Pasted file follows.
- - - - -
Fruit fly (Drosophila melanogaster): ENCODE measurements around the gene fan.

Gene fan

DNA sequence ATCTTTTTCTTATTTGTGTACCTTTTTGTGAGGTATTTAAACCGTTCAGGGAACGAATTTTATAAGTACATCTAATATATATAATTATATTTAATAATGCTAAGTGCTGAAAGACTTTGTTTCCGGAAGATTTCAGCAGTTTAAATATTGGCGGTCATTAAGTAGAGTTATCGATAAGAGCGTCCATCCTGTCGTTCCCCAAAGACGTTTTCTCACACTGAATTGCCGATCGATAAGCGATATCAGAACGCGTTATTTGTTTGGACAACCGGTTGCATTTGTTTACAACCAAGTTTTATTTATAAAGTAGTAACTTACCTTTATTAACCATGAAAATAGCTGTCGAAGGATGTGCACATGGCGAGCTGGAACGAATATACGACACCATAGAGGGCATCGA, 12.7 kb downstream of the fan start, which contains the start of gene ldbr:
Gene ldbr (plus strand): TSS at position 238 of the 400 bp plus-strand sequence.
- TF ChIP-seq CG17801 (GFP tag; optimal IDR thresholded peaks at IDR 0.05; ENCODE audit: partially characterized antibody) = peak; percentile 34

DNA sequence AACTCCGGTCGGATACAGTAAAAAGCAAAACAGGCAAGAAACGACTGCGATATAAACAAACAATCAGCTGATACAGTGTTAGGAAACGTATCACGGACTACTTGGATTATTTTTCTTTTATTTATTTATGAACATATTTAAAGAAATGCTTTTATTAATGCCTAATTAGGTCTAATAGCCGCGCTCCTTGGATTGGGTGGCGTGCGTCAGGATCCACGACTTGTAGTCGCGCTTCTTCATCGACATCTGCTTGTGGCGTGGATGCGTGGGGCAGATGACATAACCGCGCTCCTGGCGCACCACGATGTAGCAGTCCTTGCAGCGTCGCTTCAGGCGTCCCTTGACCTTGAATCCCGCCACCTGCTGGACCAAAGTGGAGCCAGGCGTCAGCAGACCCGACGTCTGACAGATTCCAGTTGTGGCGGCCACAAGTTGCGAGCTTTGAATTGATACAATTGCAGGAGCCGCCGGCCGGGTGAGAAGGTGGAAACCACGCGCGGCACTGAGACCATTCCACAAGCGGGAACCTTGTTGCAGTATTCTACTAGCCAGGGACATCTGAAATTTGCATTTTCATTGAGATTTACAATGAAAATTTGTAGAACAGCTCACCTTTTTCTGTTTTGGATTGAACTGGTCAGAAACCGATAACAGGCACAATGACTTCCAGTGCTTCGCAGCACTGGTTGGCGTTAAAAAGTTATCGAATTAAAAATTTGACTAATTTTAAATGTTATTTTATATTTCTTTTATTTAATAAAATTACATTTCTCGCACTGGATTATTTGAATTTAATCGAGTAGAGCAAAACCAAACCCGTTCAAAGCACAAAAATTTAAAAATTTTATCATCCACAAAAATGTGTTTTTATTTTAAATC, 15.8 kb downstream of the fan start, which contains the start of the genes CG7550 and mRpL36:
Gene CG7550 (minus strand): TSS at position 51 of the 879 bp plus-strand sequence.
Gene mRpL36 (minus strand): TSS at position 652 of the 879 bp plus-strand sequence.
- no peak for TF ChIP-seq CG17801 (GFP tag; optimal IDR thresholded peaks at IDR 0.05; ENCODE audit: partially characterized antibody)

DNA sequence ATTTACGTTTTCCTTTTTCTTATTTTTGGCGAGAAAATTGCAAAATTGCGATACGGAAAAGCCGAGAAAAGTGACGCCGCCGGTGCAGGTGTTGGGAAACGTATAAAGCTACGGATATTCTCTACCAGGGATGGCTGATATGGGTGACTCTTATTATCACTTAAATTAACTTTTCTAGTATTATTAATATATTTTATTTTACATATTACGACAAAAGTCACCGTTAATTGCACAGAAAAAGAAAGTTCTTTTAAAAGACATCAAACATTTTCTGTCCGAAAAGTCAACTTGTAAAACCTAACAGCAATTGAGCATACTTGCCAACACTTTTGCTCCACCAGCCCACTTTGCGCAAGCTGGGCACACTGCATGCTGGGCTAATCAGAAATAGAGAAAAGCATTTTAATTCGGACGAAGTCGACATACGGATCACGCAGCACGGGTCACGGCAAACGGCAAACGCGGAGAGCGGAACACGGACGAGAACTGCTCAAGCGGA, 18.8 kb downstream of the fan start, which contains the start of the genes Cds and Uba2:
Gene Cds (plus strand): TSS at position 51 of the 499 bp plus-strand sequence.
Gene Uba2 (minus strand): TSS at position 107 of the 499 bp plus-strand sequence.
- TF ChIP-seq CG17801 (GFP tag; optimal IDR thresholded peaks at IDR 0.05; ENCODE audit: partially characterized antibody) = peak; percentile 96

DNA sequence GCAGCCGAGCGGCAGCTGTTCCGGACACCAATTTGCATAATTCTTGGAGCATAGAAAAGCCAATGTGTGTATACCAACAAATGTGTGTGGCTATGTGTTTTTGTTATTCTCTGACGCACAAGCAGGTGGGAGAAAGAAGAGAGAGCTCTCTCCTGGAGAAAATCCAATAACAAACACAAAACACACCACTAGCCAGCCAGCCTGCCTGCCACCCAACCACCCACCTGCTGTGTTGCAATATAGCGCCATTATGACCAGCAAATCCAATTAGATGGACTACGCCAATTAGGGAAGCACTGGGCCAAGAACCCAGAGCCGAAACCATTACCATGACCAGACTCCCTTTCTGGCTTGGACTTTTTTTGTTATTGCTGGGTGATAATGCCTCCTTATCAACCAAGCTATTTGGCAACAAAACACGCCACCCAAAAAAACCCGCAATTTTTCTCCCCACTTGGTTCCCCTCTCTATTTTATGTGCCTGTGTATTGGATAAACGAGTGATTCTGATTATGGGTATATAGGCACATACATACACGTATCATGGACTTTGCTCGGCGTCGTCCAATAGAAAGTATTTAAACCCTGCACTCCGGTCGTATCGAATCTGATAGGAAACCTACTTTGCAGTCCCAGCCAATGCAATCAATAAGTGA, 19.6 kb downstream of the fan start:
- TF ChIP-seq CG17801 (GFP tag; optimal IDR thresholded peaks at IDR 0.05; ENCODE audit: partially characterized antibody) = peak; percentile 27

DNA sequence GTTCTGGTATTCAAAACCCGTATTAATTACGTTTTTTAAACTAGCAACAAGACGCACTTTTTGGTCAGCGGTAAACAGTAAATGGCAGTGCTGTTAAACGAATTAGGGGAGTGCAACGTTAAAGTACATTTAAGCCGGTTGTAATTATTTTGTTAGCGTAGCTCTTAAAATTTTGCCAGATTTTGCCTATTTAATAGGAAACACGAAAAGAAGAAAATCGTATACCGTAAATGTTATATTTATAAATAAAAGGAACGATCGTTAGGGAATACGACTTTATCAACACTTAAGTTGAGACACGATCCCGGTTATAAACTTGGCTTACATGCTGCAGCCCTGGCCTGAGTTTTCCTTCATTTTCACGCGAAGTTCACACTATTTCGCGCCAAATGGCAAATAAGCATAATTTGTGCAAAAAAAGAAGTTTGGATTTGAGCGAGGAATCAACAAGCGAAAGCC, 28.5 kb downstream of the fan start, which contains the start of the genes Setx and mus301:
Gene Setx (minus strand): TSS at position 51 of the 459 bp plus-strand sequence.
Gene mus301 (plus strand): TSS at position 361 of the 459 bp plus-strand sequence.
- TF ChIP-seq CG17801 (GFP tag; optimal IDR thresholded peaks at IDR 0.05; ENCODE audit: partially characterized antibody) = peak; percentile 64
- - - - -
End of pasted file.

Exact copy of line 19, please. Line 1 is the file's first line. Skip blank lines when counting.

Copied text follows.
- TF ChIP-seq CG17801 (GFP tag; optimal IDR thresholded peaks at IDR 0.05; ENCODE audit: partially characterized antibody) = peak; percentile 64